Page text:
The Economy of Obligation: The Culture of Credit and Social Relations in Early Modern England

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Palgrave Macmillan, Oct 15, 1998 - Business & Economics - 453 pages
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This book is an excellent work of scholarship. It seeks to redefine the early modern English economy by rejecting the concept of capitalism, and instead explores the cultural meaning of credit which resulted from the way in which it was economically structured. It is a major argument of the book that money was used only in a limited number of exchanges, and that credit in terms of household reputation was a "cultural currency" of trust used to transact most business. As the market expanded in the late-sixteenth century such trust became harder to maintain, leading to an explosion of debt litigation, which in turn resulted in social relations being partially redefined in terms of contractual equality.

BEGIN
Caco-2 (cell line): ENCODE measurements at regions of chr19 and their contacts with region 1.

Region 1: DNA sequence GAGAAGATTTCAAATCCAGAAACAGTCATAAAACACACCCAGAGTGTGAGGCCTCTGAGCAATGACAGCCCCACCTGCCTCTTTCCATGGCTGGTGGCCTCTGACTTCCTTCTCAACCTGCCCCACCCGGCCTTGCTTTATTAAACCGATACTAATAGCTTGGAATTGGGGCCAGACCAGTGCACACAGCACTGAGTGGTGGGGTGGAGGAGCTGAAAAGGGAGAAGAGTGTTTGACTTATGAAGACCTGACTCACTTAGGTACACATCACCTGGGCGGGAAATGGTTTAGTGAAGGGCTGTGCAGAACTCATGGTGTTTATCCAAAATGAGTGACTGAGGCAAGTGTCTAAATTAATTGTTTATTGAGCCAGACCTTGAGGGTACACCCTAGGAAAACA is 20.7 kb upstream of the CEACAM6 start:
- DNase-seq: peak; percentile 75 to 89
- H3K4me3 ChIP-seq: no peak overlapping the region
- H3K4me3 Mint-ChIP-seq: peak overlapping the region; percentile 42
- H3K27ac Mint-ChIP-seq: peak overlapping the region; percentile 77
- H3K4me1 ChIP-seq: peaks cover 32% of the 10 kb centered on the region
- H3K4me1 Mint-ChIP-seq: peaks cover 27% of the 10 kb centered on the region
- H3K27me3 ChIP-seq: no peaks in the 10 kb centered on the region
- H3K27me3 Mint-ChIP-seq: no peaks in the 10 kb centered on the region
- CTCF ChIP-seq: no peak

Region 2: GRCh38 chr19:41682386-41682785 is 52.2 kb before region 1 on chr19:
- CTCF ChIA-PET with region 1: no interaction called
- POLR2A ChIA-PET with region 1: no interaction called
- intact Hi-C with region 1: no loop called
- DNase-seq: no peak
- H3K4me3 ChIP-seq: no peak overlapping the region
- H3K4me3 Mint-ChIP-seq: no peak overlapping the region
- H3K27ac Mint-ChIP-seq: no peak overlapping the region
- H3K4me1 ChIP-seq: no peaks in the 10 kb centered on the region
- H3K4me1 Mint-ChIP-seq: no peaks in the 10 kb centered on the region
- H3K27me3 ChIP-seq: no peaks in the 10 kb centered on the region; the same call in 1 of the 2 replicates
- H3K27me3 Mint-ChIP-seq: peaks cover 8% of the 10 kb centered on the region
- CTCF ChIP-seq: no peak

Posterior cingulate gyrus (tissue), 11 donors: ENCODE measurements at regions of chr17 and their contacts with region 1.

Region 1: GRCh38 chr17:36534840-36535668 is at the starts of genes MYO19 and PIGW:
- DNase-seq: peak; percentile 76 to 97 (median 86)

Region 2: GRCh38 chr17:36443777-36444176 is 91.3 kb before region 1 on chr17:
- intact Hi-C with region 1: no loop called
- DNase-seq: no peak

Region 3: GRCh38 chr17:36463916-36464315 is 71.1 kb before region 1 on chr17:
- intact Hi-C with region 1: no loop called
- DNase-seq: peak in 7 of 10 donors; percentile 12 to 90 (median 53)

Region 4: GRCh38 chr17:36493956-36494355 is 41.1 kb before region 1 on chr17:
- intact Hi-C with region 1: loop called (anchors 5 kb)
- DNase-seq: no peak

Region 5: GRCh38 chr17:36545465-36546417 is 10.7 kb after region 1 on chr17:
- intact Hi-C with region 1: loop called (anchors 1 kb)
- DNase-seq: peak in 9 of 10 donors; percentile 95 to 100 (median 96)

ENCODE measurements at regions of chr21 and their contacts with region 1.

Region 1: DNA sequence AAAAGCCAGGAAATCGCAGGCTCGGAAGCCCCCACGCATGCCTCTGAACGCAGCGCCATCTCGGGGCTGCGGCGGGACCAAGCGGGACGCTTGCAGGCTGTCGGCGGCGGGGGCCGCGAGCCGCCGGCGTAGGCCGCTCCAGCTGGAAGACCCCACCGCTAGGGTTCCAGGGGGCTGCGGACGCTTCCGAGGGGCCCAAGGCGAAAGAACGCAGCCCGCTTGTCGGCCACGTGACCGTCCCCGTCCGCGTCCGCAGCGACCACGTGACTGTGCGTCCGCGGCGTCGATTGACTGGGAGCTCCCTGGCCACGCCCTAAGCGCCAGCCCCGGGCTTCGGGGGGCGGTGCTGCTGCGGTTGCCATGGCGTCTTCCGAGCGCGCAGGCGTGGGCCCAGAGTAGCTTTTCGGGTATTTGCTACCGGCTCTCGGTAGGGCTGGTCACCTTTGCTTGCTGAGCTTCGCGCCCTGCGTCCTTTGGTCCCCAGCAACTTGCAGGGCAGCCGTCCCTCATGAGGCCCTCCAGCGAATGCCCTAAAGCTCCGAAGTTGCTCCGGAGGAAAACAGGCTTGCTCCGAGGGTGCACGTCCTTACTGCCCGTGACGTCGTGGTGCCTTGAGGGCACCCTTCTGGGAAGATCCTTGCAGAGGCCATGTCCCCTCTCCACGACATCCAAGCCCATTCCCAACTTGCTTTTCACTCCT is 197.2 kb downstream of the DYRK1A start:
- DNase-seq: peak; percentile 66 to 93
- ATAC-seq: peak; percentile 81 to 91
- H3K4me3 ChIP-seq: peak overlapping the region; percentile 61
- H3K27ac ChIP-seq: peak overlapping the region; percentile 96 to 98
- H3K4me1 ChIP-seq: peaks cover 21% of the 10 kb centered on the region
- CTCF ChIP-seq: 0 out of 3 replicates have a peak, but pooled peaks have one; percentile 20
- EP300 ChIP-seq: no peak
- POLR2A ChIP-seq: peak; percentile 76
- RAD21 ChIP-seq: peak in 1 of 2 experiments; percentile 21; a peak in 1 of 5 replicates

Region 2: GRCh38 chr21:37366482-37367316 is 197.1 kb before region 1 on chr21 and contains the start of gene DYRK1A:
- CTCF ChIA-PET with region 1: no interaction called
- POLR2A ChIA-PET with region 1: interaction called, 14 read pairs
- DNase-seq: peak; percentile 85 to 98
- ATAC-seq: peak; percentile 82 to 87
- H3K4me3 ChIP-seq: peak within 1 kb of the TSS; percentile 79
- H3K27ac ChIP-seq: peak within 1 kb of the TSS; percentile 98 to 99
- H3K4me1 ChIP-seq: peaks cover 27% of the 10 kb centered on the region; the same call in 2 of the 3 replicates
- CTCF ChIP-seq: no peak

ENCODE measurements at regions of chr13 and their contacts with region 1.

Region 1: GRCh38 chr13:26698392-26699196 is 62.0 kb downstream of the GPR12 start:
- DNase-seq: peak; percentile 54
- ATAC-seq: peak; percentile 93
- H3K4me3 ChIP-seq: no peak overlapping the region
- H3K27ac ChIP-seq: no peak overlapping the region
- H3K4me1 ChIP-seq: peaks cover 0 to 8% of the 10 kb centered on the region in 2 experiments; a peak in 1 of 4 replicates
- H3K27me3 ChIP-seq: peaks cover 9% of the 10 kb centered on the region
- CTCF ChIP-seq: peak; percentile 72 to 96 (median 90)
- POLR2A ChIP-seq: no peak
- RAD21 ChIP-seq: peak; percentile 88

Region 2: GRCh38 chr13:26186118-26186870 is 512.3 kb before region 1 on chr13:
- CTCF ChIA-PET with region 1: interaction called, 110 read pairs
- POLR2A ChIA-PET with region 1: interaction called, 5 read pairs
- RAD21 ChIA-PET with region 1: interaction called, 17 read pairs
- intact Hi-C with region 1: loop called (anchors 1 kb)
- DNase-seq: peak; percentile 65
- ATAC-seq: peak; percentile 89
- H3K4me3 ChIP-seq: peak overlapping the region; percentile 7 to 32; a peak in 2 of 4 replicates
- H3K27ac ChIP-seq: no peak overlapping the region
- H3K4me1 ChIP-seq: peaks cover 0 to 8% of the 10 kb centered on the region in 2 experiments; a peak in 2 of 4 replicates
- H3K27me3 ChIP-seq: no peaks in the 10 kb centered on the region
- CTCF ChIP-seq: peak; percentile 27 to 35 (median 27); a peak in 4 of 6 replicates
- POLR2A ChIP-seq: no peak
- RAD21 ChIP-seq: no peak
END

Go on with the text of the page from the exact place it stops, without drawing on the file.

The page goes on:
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About the author (1998)

Craig Muldrew is in the Department of History and Civilization at the European University Institute, Florence.

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